24 Dec 2018

Lack of tourism data: 'It's impossible to plan'

1:08 pm on 24 December 2018

Despite Statistics New Zealand releasing regional figures on monthly tourism spending, the government has no record of how many people are visiting the regions and where they are staying.

A hiking girl in new zealand

Photo: 123rf.com

Solutions are being discussed, but regional tourism organisations say they want less conversation and more action.

Rafting New Zealand operations manager Pianika Boddington said it could turn into a guessing game unless there was solid visitor projections.

"It has been challenging, we've been in business for the last 11 years so having those numbers would be ideal."

Tourism West Coast chief executive Jim Little said the lack of figures was not good enough given that the tourism industry was worth an estimated $38 billion to New Zealand.

"We've got no idea who's staying in private homes, Airbnb or motorhomes around the district."

A recent study of accommodation on the West Coast found about 38 percent was private or hosted, he said.

"But we've got no [definitive] data on it whatsoever."

He attended a presentation last week about improving regional tourism data, but Mr Little said it had been all talk and no action for the past 12 months.

"To me, it just seems as though it's just a lot of talk going on and it's time somebody drove a stake in the ground and actually did something about it and it needs to be funded."

He did not rule out the organisation funding its own research in the future, even though the government should foot the bill, he said.

Tourism Bay of Plenty chief executive Kristin Dunne told guests at the Tourism Summit Aotearoa last week that regional tourism data was woeful.

"The only thing I can use with any confidence to help run a billion dollar industry is visitor spend.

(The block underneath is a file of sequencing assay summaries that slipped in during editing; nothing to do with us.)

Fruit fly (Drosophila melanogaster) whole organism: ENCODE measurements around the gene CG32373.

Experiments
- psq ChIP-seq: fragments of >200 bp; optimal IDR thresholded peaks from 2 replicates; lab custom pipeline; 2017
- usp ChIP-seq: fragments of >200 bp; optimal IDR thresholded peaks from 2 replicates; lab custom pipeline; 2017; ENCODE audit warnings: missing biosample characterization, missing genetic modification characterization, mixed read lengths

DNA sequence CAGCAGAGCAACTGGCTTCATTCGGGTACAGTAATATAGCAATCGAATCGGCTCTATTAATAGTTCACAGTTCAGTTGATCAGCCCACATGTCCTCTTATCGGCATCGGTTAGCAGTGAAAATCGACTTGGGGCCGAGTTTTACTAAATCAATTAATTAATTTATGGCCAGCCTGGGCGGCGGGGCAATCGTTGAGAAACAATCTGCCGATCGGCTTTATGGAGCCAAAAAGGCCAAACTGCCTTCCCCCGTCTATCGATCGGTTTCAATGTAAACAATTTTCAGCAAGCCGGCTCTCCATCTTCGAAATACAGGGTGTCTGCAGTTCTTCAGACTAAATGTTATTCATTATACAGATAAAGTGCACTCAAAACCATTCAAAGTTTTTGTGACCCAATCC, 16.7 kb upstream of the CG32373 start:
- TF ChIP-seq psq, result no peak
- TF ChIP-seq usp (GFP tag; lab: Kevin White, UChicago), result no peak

"I've got no idea how many people are in our region at any given time, how many might be coming in the future so it's impossible to plan."

Her organisation has resorted to paying for better regional information, money that could be better spent promoting the Bay of Plenty.

The regions are already facing an uphill battle as government figures show nearly two thirds of international tourist dollars do not leave Auckland, Christchurch, Wellington, Dunedin and Queenstown.

Tourism Industry Aotearoa chief executive Chris Roberts said if that was going to change, regional tourism organisations needed quality information.

"Regions are crying out for that sort of information so they know how to target the visitor."

Ministry of Business, Innovation and Employment's business and economic development manager Dr Antony Kennedy said there was "no quick fix".

"This is a very difficult and complex are to produce information.

"What we need to do is use third party data sources or data we collect to try and estimate volumes and flows."

His team is working on five different projects, which include an idea to use cell phone coverage and credit card data to monitor travelling visitors and use their movements to develop a picture of travel patterns.

He hoped the projects would get the green light - and secure funding - when the budget was announced next year.

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